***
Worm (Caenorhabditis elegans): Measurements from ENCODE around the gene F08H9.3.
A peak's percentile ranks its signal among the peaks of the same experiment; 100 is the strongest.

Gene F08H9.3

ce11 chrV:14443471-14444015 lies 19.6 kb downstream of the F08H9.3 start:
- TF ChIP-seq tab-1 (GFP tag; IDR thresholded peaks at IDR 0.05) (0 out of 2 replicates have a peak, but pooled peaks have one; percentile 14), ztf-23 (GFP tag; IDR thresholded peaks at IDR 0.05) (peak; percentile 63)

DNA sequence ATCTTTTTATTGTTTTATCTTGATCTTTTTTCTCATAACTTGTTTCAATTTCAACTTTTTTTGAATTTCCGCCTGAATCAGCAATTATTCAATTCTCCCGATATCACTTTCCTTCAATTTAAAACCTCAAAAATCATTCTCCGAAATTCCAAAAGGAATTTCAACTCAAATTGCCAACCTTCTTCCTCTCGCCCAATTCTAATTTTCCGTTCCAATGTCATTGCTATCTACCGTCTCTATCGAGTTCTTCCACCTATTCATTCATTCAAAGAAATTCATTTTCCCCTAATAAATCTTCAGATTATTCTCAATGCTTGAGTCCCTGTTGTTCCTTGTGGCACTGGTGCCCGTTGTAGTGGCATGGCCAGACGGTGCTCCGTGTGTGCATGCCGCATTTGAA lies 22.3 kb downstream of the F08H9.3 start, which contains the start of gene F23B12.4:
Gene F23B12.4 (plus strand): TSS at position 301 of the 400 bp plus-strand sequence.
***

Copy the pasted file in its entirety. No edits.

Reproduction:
Worm (Caenorhabditis elegans): Measurements from ENCODE around the gene F08H9.3.
A peak's percentile ranks its signal among the peaks of the same experiment; 100 is the strongest.

Gene F08H9.3

ce11 chrV:14443471-14444015 lies 19.6 kb downstream of the F08H9.3 start:
- TF ChIP-seq tab-1 (GFP tag; IDR thresholded peaks at IDR 0.05) (0 out of 2 replicates have a peak, but pooled peaks have one; percentile 14), ztf-23 (GFP tag; IDR thresholded peaks at IDR 0.05) (peak; percentile 63)

DNA sequence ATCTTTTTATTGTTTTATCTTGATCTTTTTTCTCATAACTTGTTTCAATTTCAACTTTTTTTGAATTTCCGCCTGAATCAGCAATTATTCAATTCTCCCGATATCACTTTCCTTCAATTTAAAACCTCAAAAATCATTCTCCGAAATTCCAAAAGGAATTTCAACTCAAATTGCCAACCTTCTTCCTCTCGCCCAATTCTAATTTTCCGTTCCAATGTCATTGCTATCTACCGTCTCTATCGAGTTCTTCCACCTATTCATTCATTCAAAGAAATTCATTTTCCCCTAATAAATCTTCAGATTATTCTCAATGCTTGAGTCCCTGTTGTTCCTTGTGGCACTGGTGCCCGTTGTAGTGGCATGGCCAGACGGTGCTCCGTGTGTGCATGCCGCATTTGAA lies 22.3 kb downstream of the F08H9.3 start, which contains the start of gene F23B12.4:
Gene F23B12.4 (plus strand): TSS at position 301 of the 400 bp plus-strand sequence.